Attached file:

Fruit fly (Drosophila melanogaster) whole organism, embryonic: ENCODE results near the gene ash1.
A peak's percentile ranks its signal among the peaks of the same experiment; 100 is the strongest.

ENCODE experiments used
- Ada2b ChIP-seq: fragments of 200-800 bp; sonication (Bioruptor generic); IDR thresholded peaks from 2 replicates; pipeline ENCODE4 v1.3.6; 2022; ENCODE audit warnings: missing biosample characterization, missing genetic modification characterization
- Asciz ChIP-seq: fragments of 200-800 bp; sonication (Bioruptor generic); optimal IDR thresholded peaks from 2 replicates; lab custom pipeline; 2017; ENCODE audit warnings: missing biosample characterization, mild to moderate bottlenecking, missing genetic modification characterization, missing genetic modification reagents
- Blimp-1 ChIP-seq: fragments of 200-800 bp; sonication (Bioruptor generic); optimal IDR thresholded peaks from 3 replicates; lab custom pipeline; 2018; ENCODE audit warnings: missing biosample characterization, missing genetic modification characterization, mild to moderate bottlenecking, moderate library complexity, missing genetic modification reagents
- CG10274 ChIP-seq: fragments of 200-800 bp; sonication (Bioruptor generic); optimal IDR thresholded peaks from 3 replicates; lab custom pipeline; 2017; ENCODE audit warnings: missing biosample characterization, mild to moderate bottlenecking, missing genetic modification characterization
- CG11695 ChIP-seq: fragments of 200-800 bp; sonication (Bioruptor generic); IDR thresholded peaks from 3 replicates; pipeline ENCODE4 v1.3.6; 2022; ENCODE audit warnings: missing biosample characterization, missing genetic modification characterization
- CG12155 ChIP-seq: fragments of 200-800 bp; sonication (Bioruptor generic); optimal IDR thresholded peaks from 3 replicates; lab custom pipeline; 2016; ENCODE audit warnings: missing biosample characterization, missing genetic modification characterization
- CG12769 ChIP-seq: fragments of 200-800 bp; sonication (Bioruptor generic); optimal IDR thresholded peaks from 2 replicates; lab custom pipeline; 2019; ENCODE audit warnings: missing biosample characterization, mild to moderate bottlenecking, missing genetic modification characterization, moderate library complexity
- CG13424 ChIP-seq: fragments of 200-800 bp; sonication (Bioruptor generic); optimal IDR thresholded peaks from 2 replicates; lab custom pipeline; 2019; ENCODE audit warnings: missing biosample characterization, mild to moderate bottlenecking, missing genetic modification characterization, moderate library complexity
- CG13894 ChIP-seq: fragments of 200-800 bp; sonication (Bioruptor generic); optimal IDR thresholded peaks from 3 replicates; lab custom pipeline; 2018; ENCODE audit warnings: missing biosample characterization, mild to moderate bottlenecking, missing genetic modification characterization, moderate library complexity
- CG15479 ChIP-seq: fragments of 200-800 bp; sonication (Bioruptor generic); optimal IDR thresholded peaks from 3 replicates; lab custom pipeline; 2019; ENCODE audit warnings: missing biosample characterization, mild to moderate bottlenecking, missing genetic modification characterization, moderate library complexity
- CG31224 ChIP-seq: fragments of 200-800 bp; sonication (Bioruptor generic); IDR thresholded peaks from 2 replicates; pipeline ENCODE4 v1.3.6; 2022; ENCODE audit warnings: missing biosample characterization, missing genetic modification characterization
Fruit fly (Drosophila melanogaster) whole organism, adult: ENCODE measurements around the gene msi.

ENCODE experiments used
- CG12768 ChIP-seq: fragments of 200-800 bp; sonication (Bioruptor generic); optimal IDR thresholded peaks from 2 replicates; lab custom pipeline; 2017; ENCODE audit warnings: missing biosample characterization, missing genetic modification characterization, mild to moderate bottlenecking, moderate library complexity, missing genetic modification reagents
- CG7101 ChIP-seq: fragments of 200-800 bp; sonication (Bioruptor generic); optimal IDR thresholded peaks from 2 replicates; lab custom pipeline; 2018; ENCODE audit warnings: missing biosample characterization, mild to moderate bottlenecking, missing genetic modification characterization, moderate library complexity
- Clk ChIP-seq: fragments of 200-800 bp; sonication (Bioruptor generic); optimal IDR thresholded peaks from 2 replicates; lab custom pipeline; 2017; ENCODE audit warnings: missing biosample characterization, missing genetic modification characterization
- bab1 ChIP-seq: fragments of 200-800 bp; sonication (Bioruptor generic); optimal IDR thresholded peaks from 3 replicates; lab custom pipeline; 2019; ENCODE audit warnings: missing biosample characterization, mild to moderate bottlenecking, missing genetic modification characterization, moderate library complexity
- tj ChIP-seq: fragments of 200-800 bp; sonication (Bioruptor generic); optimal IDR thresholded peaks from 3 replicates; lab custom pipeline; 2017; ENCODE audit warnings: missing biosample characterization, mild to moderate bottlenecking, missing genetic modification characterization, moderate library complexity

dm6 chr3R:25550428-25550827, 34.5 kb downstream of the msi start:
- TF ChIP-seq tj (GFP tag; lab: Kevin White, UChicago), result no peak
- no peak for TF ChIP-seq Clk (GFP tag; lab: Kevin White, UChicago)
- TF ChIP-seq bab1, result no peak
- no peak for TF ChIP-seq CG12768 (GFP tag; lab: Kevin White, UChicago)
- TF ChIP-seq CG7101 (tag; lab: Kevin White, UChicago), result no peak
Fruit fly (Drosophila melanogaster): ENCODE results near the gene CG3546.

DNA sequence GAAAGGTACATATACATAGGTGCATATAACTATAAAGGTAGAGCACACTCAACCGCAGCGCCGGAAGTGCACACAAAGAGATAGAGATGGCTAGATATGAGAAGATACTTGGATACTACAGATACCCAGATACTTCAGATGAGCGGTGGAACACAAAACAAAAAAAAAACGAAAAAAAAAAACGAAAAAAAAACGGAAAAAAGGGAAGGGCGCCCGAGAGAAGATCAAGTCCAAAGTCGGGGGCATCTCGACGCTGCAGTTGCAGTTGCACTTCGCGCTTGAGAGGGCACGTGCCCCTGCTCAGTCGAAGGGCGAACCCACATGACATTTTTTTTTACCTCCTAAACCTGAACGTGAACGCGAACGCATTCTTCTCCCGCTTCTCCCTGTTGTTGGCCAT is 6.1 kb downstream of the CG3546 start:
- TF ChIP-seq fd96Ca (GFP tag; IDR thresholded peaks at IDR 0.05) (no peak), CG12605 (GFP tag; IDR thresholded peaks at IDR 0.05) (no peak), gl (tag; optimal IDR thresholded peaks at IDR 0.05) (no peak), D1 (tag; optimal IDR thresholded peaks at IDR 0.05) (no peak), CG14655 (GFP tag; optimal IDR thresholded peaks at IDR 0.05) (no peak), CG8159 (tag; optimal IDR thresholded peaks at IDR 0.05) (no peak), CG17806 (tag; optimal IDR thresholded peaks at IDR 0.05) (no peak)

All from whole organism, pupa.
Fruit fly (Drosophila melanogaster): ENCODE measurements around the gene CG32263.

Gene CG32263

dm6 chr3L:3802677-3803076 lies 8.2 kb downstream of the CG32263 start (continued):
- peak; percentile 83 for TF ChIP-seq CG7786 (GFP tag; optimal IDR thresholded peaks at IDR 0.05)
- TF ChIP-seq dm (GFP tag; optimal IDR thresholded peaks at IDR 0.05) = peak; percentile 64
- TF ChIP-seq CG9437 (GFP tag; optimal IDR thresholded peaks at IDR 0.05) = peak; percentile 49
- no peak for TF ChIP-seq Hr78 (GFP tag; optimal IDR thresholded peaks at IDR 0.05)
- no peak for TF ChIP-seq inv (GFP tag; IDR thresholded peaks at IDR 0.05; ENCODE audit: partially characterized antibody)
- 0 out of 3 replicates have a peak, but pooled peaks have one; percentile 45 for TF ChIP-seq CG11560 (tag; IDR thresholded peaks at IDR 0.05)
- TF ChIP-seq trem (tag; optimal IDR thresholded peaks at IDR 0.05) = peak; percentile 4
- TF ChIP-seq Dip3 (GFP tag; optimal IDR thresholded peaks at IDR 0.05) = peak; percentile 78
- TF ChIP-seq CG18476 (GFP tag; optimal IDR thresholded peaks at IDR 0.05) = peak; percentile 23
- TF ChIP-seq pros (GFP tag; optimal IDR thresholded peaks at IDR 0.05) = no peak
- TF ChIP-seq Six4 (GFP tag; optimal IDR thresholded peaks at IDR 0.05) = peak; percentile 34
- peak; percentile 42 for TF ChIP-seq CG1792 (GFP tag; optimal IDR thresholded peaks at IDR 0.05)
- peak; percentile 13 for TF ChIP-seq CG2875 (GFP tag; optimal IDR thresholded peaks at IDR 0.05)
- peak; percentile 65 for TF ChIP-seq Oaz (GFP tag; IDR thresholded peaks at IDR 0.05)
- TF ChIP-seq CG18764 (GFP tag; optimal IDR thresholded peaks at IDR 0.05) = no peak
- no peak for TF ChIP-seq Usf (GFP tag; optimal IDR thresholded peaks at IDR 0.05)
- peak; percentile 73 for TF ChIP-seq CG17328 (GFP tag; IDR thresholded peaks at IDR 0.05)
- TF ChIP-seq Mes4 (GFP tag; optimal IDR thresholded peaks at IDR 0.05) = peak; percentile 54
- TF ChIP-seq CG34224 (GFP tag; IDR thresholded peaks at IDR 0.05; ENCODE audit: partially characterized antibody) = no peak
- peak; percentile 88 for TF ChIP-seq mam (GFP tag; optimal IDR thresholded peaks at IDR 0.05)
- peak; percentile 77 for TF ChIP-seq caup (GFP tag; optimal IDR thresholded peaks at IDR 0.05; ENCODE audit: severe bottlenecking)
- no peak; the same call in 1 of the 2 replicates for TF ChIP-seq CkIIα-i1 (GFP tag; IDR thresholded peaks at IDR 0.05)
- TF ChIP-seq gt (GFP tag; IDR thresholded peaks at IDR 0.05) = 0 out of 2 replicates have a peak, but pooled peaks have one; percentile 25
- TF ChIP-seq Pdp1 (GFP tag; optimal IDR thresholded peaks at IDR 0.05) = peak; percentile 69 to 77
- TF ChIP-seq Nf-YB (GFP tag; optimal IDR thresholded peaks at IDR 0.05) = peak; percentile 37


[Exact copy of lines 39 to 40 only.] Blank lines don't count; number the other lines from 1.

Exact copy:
- no peak for TF ChIP-seq inv (GFP tag; IDR thresholded peaks at IDR 0.05; ENCODE audit: partially characterized antibody)
- 0 out of 3 replicates have a peak, but pooled peaks have one; percentile 45 for TF ChIP-seq CG11560 (tag; IDR thresholded peaks at IDR 0.05)